Local water suppliers continue to deal with drought consequencesBy Kathy Wythe
The 2012 rains have eased the 2011 drought for most of Texas—at least for a while. Cities and water supply systems, however, are still dealing with consequences of the driest year on record for Texas. And with the U.S. Seasonal Drought Outlook predicting the drought to persist or intensify for all of Texas except for East Texas through October 2012, these communities must continue to carefully manage their supplies.
Spicewood Beach— the small community near Austin that ran out of water in January—and three other community water suppliers are on the Texas Commission on Environmental Quality’s (TCEQ) emergency list of possibly running out of water in 45 days or less as of July 18, 2012. Eight more suppliers are on the 90 days list and seven are on the 180 days list.
According to the commission’s weekly report to the Texas Drought Preparedness Council, more than a thousand public water systems out of 4,699 active community water systems are still enforcing some type of water use restrictions.
Voluntary water use restrictions have been issued by 410 systems, with 600 systems applying mandatory restrictions. According to TCEQ, almost 30 systems are prohibiting all outdoor water usage.
At least one city, however, has lessened water restrictions on its citizens.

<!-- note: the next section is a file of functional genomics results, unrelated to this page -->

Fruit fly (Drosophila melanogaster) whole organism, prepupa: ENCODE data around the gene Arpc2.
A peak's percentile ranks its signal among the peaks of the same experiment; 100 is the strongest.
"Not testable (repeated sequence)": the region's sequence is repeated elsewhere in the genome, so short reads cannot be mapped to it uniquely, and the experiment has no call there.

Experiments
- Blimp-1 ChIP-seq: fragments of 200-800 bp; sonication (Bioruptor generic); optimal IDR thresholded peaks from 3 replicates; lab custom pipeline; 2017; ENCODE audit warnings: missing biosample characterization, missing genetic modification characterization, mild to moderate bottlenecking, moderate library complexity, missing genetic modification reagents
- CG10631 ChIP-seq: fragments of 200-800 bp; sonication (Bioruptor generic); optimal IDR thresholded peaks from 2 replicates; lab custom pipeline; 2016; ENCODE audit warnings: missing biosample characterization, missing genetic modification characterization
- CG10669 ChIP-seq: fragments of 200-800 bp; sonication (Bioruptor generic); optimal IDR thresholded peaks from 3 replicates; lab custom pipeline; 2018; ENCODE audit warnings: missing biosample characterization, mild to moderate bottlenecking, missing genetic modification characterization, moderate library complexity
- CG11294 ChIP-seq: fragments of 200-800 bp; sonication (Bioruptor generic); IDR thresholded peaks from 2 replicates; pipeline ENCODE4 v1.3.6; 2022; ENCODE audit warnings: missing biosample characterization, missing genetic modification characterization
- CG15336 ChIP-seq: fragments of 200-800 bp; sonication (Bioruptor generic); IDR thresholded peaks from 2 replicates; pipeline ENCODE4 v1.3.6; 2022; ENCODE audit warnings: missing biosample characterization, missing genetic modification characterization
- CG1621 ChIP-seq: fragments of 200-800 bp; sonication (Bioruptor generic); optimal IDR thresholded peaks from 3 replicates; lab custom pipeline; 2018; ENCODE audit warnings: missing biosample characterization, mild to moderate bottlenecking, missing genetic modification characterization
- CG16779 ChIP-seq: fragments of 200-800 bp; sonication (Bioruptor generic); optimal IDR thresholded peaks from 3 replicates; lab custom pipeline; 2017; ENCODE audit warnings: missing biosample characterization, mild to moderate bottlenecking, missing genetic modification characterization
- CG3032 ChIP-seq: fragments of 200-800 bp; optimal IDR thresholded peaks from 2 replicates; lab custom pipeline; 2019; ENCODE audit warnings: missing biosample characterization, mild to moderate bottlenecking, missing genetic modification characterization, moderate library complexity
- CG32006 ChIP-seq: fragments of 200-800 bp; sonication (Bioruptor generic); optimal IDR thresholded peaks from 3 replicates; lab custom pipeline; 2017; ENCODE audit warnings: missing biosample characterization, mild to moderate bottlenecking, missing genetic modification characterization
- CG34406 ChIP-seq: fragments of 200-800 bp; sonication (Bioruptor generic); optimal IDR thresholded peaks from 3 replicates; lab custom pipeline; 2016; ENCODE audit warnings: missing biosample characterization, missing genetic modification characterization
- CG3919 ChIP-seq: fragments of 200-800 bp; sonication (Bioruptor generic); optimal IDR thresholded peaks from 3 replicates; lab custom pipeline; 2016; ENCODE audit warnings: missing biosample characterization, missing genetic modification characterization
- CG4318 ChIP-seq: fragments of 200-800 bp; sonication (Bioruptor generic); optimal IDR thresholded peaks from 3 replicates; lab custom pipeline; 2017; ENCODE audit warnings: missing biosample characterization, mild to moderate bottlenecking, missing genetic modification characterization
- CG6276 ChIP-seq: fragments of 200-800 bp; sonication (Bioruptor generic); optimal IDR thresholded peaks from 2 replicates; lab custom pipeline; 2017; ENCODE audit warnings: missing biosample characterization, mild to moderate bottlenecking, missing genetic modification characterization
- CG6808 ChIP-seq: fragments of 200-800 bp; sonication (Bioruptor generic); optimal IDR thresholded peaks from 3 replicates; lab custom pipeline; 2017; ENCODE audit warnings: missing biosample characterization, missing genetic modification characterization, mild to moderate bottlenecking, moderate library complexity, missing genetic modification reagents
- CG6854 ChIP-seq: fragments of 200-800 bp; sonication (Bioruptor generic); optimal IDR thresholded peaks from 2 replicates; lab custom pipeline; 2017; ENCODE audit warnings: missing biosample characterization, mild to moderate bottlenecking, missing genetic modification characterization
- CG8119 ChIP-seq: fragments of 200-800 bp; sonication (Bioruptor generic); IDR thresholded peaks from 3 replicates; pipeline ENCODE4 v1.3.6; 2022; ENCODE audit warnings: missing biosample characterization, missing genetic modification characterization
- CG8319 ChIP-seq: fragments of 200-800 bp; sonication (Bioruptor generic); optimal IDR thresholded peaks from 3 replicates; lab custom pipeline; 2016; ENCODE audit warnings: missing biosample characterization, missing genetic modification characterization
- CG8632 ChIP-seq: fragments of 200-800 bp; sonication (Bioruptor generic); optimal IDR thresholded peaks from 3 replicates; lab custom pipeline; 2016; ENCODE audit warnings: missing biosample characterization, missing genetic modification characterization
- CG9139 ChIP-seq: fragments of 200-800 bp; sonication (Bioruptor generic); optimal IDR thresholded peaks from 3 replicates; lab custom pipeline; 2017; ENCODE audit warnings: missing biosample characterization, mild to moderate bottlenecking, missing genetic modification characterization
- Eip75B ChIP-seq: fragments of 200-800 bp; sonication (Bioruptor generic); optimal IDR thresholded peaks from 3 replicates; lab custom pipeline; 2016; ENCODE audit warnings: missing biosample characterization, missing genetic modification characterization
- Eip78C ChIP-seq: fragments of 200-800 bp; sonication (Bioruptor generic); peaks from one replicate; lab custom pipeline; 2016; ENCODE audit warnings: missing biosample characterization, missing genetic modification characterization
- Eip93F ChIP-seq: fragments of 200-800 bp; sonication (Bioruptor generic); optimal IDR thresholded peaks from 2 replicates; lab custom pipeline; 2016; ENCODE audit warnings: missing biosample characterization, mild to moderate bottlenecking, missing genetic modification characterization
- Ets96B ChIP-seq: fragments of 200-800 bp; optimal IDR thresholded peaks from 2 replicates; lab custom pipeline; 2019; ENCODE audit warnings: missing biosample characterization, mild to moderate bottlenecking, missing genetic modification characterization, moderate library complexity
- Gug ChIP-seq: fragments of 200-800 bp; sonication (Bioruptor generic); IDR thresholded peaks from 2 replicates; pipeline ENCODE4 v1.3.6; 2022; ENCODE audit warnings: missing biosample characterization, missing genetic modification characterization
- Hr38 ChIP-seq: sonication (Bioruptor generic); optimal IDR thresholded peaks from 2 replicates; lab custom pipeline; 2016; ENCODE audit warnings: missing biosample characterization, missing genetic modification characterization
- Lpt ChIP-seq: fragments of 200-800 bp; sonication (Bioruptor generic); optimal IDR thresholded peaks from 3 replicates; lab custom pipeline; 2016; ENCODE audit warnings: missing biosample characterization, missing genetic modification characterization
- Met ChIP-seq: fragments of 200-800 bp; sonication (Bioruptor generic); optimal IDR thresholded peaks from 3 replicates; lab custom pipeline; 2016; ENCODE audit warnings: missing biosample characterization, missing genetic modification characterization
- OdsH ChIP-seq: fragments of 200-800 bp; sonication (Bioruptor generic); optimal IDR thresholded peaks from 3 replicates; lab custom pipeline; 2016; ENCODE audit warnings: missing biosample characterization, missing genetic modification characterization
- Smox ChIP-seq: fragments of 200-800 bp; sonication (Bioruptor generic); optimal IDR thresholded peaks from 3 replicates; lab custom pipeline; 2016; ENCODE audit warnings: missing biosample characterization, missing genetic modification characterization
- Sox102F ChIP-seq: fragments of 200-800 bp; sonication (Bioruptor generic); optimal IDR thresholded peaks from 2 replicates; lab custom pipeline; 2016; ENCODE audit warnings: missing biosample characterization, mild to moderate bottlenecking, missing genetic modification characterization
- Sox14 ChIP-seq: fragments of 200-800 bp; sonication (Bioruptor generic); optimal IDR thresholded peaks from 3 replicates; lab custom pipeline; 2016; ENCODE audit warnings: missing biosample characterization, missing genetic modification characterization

On July 16, Austin lifted its Stage II water restrictions of limiting watering to once a week, transferring to Stage I of watering twice a week. According the city of Austin’s news release, this decision came "after our region experienced wetter than expected conditions this past winter and spring, leaving the combined lake storage volume of Travis and Buchanan above the 900,000 acre-feet Stage II trigger.
"Returning to a two day per week watering schedule will provide relief for customers concerned about trees, as well as other landscape investments, as we head into the hottest part of the summer," the release said.
In May, the Tarrant Regional Water District terminated its Stage 1 watering restrictions for the cities it supplies water to, including Fort Worth and Arlington. Most of those cities then lifted the restrictions for residents. Irrigation or watering of any lawn or landscape is still prohibited between the hours of 10:00 a.m. and 6:00 p.m.
Dallas passed an ordinance in April that makes the restriction of twice-weekly watering from sprinklers permanent.